How to Grow Garlic
In this article, we share a comprehensive guide to growing garlic at home.
Quick Guide Information
Common Name: Garlic
Scientific Name: Allium sativum
Life Span: Biannual
Time Till Harvest: 200-250 days
Light Requirement: Full Sun to Partial Shade
Optimum pH: 6.5 - 7.0
Garlic is an exceptionally easy crop to grow that we all use in our kitchen. Its pungent flavour easily transforms a meal and is almost ubiquitous in all savoury recipes. It doesn’t take much space in a garden so there is no reason why you shouldn’t go ahead and plant some! Not to mention, garlic has many medicinal properties that help the immune system and combat chronic diseases.
Garlic is also an excellent crop you can cultivate during the winter when your garden is otherwise resting! It is best planted in the autumn and will be harvested in the spring or summer.
It does best in temperate climates although it can be planted in montane tropical climates where the weather is cooler. Garlic does not do well in the hot tropics. Garlic requires a transition between short winter days to long summer days to form bulbs, which is why you get tiny bulbs when planted in equatorial regions.
Propagation, Planting, and Maintenance
To grow garlic, you are planting using a “seed garlic” which is a single tooth or clove of garlic. For planting it is best to get a biologically grown garlic from a farmers’ market or another local grower. Avoid garlic coming from conventional supermarkets as these may come from far away places and may even be treated with preservatives that inhibit their growth.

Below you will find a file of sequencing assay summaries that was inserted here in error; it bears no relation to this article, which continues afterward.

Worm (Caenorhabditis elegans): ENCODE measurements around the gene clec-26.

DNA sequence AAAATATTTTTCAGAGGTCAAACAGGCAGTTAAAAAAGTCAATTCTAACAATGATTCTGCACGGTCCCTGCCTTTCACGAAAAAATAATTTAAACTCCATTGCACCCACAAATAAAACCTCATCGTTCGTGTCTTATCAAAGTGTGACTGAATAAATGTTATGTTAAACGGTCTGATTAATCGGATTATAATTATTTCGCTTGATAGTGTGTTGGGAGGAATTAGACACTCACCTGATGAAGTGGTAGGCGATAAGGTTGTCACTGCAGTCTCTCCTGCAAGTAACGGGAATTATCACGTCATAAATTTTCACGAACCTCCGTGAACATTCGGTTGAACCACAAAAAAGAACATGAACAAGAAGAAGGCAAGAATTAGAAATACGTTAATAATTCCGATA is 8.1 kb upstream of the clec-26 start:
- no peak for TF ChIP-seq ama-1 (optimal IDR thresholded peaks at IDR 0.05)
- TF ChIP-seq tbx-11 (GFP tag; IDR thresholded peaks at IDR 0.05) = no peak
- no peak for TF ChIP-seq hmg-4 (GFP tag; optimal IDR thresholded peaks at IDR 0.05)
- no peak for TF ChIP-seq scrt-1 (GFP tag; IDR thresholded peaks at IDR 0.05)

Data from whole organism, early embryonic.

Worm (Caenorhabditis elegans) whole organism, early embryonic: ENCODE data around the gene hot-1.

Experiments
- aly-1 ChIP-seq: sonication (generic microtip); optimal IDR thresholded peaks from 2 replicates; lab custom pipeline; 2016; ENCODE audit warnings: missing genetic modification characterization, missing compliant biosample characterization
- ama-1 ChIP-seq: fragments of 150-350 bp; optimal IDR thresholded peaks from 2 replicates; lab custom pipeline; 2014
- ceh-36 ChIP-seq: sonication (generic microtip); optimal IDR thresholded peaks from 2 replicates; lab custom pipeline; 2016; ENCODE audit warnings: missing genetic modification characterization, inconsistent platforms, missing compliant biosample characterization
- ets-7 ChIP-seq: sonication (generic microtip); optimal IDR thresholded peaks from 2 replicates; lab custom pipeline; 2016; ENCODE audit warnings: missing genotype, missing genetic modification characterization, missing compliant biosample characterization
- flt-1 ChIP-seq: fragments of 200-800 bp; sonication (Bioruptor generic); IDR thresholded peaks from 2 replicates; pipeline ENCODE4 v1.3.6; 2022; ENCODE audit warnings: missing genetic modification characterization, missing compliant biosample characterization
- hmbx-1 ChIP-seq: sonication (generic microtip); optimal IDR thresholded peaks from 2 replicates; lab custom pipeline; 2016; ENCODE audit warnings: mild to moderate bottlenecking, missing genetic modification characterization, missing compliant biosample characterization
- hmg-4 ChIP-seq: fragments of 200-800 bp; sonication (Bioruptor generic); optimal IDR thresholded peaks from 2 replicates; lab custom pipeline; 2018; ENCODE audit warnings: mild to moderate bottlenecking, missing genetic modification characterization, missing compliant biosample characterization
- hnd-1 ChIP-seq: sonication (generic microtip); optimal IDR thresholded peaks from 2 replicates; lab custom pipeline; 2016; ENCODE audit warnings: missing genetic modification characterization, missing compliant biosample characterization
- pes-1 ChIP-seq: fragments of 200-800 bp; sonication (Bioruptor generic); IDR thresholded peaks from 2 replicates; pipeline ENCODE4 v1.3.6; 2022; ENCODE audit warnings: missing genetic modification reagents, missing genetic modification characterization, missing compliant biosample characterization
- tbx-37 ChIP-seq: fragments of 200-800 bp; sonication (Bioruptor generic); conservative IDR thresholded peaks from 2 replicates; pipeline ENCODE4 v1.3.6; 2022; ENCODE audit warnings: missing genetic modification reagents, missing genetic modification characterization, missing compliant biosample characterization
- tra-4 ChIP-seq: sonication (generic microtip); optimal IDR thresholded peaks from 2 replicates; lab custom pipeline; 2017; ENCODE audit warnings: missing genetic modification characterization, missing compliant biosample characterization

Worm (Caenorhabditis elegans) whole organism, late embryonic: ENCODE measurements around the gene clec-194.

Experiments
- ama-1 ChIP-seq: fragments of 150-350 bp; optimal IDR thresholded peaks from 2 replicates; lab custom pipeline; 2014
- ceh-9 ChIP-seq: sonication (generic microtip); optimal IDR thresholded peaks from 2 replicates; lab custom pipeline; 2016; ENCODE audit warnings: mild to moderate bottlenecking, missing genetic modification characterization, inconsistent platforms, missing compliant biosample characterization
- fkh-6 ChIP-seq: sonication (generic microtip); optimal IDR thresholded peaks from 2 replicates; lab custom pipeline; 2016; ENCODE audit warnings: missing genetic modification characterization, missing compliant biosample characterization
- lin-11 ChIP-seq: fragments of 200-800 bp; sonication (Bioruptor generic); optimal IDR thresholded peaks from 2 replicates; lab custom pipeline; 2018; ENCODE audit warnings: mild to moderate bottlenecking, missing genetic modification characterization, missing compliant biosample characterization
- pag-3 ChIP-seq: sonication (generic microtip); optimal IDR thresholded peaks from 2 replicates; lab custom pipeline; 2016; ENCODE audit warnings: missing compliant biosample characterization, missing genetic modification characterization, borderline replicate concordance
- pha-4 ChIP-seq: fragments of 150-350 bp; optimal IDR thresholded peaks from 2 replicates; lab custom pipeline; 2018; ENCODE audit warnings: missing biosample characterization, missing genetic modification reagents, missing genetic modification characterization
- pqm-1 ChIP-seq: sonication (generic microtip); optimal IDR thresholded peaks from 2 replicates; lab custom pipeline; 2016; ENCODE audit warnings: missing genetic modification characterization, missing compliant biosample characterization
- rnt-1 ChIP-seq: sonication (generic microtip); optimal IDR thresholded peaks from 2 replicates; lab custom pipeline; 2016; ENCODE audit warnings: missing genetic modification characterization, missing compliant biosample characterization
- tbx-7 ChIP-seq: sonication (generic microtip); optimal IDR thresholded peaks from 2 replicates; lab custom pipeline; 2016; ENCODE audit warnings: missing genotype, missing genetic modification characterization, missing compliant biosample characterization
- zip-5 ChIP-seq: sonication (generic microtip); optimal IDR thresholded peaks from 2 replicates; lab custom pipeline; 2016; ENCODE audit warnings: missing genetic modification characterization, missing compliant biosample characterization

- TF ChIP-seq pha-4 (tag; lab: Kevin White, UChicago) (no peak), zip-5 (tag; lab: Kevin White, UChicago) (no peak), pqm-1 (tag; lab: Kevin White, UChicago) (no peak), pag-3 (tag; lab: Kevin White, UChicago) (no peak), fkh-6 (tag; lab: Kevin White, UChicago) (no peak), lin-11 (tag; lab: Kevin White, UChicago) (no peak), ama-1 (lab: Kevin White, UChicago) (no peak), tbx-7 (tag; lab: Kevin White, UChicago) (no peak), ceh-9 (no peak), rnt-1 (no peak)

To begin, you just take a bulb of garlic and break them into individual cloves. The size of the clove doesn’t really matter, although larger cloves may grow quicker and into more robust plants although this isn’t always the case. Make sure not to break or peel the skin as this is a protective layer that helps prevent rot. If you damage it a bit, it's not catastrophic.
To plant, just bury the clove pointy side up about 5 cm deep in well loosened and fertile soil. Space them about 7 cm apart. If your soils are poor you can amend it with aged manure, compost, or worm castings. Avoid planting in areas where water settles and does not drain. Consider you may be planting this during the wettest times of the year.
Keep your beds well weeded and add a thin layer of mulch. You know garlic is ready to harvest when the lower 2-3 leaves start to brown. There should still be 4-5 green leaves but don’t let this stop you from digging one out. If this bulb seems mature, go ahead and dig out the rest of your bulbs.
You can hang these by their foliage and allow them to dry in an area with good ventilation for 3-4 weeks. Store it in a dark and cool place for up to one year. Consider saving your largest and most robust bulbs for next year’s planting!
Garlic does not really suffer from many pests and diseases. The biggest issues can be encountered when planted in excessively wet soils that can result in rot.
Small bulbs can be caused by excessive nitrogen in the soil. Alternatively, this can also happen in equatorial regions for reasons previously mentioned.